US vetoes UN measure on Yassin's death
The United States vetoed a U.N. Security Council resolution Thursday condemning Israel's assassination of Hamas leader Ahmed Yassin.
The vote followed days of debate and comes as the United States is conducting its own hunt for terrorists in Afghanistan, Pakistan and elsewhere.
The United States had demanded that the resolution clearly condemn violence by Hamas and other militant groups. Algeria, the resolution's sponsor, had resisted identifying the groups by name.
"This Security Council does nothing to contribute to a peaceful settlement when it condemns one party's actions and turns a blind eye to everything else occurring in the region," U.S. Ambassador John Negroponte said before the vote.
The vote was 11 countries in favor, three countries abstaining, and one country against ¡ª the United States.
Yassin, the spiritual leader of Hamas, was killed in a missile strike Monday morning in the Gaza Strip. Israel has warned that all other leaders of the group could be targeted.
Hamas has claimed responsibility for dozens of bombings and shootings of Israelis during 3 1/2 years of violence. Israel says it is targeting the group's leaders to stop such attacks, but critics say killing suspects without arresting or trying them violates international law and breeds resentment among Palestinians.
"Israeli policies are not part of the battle against international terrorism; it's part of the problem of creating terrorism," said Nasser al-Kidwa, the Palestinian representative.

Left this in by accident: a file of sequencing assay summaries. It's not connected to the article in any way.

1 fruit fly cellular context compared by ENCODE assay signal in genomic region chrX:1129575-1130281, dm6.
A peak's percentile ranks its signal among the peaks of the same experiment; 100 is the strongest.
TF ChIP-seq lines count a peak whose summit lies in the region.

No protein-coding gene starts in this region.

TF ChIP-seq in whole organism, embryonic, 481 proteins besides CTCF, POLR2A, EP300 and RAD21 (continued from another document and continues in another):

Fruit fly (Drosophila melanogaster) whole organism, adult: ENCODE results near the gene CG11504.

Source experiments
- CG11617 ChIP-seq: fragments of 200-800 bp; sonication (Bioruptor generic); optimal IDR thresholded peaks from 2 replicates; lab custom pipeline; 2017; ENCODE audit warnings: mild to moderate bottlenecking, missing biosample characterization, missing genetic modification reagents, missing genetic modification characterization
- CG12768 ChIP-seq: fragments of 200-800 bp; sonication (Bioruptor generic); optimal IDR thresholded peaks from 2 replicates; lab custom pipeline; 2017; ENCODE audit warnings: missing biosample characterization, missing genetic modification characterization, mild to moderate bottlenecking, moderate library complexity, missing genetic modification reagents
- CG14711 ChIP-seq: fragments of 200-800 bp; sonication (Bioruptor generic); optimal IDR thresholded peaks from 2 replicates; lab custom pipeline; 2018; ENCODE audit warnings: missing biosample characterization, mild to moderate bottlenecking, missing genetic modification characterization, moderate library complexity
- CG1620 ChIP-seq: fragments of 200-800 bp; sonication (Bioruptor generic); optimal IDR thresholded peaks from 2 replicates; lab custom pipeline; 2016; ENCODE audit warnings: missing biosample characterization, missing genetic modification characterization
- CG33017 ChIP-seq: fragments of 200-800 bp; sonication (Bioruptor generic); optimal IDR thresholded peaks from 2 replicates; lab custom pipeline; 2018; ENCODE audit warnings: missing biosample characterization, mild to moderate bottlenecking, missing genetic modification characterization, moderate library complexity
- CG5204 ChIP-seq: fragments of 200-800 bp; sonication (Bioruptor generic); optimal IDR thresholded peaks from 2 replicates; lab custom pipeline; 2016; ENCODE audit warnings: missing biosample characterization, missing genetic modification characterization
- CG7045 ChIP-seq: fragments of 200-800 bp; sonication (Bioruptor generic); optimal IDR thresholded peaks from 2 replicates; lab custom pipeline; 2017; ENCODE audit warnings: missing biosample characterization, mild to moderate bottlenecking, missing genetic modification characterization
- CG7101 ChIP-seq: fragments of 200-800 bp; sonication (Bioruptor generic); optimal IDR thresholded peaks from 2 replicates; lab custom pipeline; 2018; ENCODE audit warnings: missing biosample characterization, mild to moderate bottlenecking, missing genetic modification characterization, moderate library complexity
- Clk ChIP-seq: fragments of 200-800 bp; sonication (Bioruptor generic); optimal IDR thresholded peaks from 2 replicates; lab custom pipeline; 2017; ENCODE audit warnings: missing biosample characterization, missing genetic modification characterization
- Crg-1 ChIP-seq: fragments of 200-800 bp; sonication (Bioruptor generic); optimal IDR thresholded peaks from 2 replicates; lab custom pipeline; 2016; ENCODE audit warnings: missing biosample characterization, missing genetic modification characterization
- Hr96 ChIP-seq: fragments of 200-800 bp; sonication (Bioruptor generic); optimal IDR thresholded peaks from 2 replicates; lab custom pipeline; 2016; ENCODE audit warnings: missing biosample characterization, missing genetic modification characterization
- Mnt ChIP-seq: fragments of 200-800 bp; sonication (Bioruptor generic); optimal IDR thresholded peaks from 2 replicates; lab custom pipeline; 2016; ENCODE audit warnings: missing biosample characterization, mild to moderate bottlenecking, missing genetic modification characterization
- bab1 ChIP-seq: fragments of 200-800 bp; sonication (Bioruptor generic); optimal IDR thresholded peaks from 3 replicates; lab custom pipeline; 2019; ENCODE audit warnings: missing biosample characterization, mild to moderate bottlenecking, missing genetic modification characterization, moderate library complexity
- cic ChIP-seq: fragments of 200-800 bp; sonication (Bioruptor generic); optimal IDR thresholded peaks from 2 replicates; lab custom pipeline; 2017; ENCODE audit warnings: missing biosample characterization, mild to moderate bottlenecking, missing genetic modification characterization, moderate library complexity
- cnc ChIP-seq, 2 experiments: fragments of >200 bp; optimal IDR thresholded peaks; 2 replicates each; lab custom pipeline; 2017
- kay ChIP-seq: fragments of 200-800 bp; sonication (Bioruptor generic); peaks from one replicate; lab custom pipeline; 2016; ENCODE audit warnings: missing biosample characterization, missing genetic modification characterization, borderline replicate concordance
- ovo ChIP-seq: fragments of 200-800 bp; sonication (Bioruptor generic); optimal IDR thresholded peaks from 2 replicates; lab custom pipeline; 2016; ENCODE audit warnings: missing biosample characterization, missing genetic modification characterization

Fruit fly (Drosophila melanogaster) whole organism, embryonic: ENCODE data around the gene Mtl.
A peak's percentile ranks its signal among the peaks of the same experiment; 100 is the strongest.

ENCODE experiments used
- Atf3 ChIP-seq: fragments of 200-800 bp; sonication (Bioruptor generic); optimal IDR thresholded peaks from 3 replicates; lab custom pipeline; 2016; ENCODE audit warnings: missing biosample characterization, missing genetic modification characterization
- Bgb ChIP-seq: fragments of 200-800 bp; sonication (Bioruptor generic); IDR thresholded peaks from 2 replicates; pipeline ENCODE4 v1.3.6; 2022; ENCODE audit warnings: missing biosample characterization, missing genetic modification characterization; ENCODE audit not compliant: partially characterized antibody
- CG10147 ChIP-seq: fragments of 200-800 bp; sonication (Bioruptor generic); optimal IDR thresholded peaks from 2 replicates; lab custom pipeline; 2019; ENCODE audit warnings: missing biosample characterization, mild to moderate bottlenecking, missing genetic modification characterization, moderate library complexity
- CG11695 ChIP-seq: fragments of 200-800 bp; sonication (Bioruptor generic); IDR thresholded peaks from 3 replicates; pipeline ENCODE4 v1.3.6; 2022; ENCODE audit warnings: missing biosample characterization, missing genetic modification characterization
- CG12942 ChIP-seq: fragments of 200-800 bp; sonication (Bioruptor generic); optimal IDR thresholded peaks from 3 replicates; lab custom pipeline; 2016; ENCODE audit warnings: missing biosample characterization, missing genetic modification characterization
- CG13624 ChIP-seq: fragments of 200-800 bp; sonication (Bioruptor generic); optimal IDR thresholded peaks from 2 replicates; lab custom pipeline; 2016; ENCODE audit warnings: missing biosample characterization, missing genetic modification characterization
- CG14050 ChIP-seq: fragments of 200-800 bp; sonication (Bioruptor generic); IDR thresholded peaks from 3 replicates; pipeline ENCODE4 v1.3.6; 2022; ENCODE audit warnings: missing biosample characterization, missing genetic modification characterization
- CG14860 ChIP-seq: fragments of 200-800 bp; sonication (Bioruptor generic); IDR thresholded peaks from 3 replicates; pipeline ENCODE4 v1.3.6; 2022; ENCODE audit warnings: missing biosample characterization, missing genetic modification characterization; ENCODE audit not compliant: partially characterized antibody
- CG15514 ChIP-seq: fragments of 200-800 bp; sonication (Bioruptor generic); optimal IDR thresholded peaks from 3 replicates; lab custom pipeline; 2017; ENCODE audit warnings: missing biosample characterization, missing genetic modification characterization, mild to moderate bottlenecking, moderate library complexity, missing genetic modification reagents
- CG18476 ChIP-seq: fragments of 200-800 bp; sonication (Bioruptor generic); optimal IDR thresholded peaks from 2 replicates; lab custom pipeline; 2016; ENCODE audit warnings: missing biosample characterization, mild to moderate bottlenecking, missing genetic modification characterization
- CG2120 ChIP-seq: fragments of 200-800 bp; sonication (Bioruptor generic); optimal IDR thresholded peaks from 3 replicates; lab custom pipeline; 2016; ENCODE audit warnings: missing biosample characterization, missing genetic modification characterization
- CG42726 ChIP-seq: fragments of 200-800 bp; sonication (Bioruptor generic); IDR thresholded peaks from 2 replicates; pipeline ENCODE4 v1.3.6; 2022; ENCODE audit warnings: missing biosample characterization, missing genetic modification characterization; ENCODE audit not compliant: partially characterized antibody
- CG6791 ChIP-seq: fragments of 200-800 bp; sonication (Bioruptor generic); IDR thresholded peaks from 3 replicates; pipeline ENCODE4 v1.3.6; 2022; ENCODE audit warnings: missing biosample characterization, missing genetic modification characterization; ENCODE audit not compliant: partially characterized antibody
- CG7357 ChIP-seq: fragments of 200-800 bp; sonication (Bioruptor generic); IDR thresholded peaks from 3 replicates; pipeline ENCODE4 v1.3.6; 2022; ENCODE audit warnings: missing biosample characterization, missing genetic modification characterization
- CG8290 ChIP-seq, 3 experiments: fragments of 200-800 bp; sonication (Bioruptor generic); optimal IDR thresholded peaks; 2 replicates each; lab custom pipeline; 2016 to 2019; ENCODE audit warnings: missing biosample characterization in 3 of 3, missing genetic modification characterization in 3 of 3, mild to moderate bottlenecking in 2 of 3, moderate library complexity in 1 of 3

Negroponte said the United States, too, was "deeply troubled" by the killing of Yassin.
"Israel's action has escalated tensions in Gaza and the region, and could set back our effort to resume progress towards peace," he said.
However, he noted the resolution failed to mention recent attacks by Hamas, including a suicide bombing in Ashdod that killed 10 Israelis last week. It also limited its condemnation to violence in the Palestinian territories, omitting attacks in Israel.
"The Council should be focused on ways to advance the goal of two states, Israel and Palestine, living side by side in peace and security," Negroponte said. "The one-sided resolution before the Council does not advance that goal."
Israeli Ambassador Dan Gillerman accused the Palestinian Authority of siding with Hamas, and said it was undermining international efforts to stop the violence and create a separate Palestinian state.
"Until the Palestinians realize that they are on the wrong side of the fight against terrorism and decide to choose the path of peace and reconciliation ... they will sadly, probably, not be a member of the United Nations for a long time to come," Gillerman said.
On Wednesday, the U.N. Human Rights Commission in Geneva voted 31-2 to condemn Israel for Yassin's death, but the body has no power to punish countries. A resolution by the Security Council would have carried more international weight.
The 11 Security Council members who voted for the measure on Thursday were: China, Russia, France, The Philippines, Angola, Chile, Pakistan, Spain, Algeria, Benin and Brazil.
Britain, Germany and Romania abstained from the vote.
The vetoed resolution condemned Yassin's death and called for a "complete cessation of extrajudicial executions."
It also condemned "all terrorist attacks against any civilians as well as all acts of violence and destruction."
However, it did not mention any militant groups by name ¡ª a traditional U.S. demand.
Only five members of the Security Council ¡ª the United States, Russia, China, Britain and France ¡ª can veto the body's resolutions. Thursday's veto is the United States' 79th and the latest in a long string of vetoes regarding Israel.
The Soviet Union and Russia have cast the most Security Council vetoes over the years, 121. Britain has cast 32, France 18 and China, 5.